Damiana is a small shrub with small, fragrant flowers that blossoms in early to late summer. The strong spice-like odour, a little like chamomile, is due to the plant's essential oils. Damiana is widely sold in the UK as a food supplement with much of its popularity being due to its traditional use in enhancing low libido in both men and women.
The chopped leaf.
The leaves are traditionally made into a delicious tasting tea for its relaxing effects. The fruits of damiana taste similar to figs.
Records from Spanish missionaries suggest that Mexican Indians considered that Damiana tea mixed with sugar was an aphrodisiac food.
Damiana extract is an ingredient in a traditional Mexican liqueur. It is used in the "original" margarita from the Los Cabos region of Mexico called a "damiana margarita". It is sometimes used in lieu of Triple Sec when making margaritas. The tincture can be also be added as a flavouring to gin or vodka.
Use 1 teaspoon of dried herb (2 g) to one cup of boiling water to make a tasty tea. Infuse for 10-15 minutes. Sweeten with honey to taste.
Alternatively add half a teaspoon (3 ml) of tincture to a cup of warm water for a quick alternative to tea. Or mix with soda water and lemon as a refreshing drink.
Combine 7 parts of damiana with 2 parts of rose petals and 1 part of ginger root powder by weight. Mix well and use as a herbal tea allowing 1 to 2 teaspoons per person. Infuse in hot water for 10 minutes and drink several times a day for several days prior to the honeymoon.
Actions: Possibly anxiolytic, antispasmodic, adaptogen, thymoleptic,expectorant, astringent, digestive, laxative, bitter tonic, aphrodisiac, hypoglycaemic, sedative, tonic, diuretic. Link to Glossary
Little modern research has been carried out on damiana in humans so its use as a medicine has not been analysed. There are no current (2015) Commission E or European Community herbal monographs
In clinic: Medical herbalists use damiana to treat:
Sexual health: Used as an aphrodisiac, for prevention and treatment of sexual problems; anxiety and depression associated with sexual inadequacy; in both men and women; for impotence, erectile dysfunction (ED), frigidity, inorgasmia and low libido.
Stress: for strength and stimulation during periods of overwork; boosting and maintaining mental and physical stamina or capacity; headaches.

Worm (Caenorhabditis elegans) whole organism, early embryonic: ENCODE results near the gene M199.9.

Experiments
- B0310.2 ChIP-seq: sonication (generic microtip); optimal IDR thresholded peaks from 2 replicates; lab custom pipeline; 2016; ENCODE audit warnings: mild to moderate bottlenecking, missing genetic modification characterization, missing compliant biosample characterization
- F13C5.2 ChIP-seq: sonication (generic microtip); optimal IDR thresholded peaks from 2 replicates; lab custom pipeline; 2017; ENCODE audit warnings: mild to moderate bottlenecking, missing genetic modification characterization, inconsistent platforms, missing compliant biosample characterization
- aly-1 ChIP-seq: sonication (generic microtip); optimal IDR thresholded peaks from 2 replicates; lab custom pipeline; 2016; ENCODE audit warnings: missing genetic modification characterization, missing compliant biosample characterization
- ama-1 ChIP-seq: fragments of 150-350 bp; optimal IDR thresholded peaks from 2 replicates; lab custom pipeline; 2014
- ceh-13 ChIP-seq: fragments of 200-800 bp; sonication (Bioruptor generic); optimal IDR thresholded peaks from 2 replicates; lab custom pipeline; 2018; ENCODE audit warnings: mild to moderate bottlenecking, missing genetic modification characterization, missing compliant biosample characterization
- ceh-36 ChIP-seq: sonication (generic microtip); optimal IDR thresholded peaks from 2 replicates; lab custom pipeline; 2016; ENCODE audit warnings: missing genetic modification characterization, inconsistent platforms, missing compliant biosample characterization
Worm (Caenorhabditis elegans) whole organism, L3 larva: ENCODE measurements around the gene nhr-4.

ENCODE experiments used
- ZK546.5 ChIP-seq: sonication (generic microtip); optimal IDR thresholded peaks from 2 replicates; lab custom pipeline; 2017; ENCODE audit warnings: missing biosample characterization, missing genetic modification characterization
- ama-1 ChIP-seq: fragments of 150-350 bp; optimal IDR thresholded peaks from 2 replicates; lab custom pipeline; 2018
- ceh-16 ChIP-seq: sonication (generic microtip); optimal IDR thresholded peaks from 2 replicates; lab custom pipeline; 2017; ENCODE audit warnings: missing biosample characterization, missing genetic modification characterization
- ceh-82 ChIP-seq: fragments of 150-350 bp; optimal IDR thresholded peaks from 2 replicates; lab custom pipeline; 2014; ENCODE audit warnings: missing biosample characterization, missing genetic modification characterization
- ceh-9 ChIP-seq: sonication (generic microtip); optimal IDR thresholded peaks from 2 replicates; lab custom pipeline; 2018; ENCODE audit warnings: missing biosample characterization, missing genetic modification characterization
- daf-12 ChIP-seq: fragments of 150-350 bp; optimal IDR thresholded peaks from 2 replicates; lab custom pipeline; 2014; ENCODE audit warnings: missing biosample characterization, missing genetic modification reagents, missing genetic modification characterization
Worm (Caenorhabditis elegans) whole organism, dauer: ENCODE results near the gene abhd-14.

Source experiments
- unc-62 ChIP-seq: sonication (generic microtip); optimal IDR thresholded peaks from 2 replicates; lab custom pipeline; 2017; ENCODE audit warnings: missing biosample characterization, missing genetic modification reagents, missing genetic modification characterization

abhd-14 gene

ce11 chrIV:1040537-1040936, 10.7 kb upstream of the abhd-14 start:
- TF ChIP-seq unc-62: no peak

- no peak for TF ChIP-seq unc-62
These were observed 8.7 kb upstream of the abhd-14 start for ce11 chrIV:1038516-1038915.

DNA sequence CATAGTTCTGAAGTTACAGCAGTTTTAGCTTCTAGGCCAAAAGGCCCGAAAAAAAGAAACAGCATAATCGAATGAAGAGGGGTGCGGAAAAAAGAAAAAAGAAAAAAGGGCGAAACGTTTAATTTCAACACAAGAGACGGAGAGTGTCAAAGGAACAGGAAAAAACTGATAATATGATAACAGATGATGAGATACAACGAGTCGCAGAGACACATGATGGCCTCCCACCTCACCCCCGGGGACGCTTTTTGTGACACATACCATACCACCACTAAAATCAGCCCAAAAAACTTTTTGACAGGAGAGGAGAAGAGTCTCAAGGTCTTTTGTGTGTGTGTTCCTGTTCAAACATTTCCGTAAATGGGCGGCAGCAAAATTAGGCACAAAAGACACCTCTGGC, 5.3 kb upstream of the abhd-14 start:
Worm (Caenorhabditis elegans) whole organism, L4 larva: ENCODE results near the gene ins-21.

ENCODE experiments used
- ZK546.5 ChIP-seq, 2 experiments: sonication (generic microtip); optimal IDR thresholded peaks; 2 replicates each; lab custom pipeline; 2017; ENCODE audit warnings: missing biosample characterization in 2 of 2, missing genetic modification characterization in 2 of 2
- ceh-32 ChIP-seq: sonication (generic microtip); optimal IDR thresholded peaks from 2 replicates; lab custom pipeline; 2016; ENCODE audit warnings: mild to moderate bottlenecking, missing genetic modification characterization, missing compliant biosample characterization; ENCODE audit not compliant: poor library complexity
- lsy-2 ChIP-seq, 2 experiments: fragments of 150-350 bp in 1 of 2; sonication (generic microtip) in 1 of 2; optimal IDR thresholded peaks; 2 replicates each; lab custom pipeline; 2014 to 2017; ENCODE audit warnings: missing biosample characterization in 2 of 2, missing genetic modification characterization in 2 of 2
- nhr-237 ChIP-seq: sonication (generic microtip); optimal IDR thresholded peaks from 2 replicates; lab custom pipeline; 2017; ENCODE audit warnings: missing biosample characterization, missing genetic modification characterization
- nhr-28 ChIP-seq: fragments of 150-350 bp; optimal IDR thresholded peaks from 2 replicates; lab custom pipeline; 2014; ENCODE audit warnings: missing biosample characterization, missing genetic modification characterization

Bedwetting and incontinence: May improve muscular control. Antiseptic diuretic and soothes irritation.
Digestion: Used for nervous stomach; reduces tension and spasm so used in a range of digestive conditions where anxiety is an aggravating factor. Also stimulates the liver and lowers blood sugar levels.
Mental health: Used by herbalists to help with debility and headaches; obsessive compulsive disorder; over worry and agitation; neurosis and paranoia.
If you are interested in the medicinal use of this herb please consult a herbalist. Herbs are generally used at medicinal strength, in blends, prescribed for each unique patient's condition.
Infusion: 1 to 2 teaspoons of herb (2 to 4 g) to a cup of cold water. Pour boiling water over the herb and leave to infuse for 5 to 10 minutes. Flavour with lemon, ginger or honey if desired. Drink 3 times a day unless otherwise told by a medical herbalist.
Tincture: Take 3 ml (1:3 in 60% tincture), 3 times a day or as directed by a practitioner.
Fluid extract: 1:1 Take 2 to 4 ml, 3 times a day or as directed by a practitioner.
Dried Herb: Maximum of 12 g per day may be taken as a powder or capsules.
In Central and South America damiana leaves are made into an incense by traditional native peoples.
Do not take if you are allergic to damiana or other composites in this plant's family (Turneraceae).
There is a possibility that taking damiana at the same time as food may inhibit iron absorption. If you are low in iron do not take damiana at the same time as food.
Surgery: Since damiana seems to affect blood glucose levels, there is a concern that it might interfere with blood glucose control during and after surgery. Stop using damiana at least 2 weeks before a scheduled surgery.
Diabetes: Damiana might affect blood sugar levels in people with diabetes. Watch for signs of low blood sugar (hypoglycemia) and monitor your blood sugar carefully if you have diabetes and use damiana.
None known. However, diabetes medications are used to lower blood sugar and damiana might also decrease blood sugar. Theoretically, taking damiana along with a diabetes medication might cause your blood sugar to go too low and the dose of your diabetes medication may need to be changed.
Damiana is Pregnancy Category B2 so not known to cause problems in pregnancy with limited research.
Damiana has been used to stimulate menstrual flow and as an aid in childbirth in traditional Mexican medicine.
Very little is known about the use of damiana during breast-feeding so if you want to be on the safe side, avoid use.
Not recommended in children under 12
Smoking: Inhaling smoke into your lungs is bad for your health. Although damiana does not contain nicotine and has been smoked by some people to relieve the anxiety associated with giving up smoking, we do not recommend smoking dried damiana leaf herb.
It has in the past been mixed with cannabinoids in blends such as Black Mamba to create legal highs. Black Mamba is illegal in the UK and all smoking is harmful to your health.
Properties: Damiana contains damianin; tetraphyllin B; gonzalitosin I; arbutin; tricosan-2-one; p-cymene; β-sitosterol; 1,8-cineole; α-pinene; β-carotene; β-pinene; eucalyptol; tannins and thymol.
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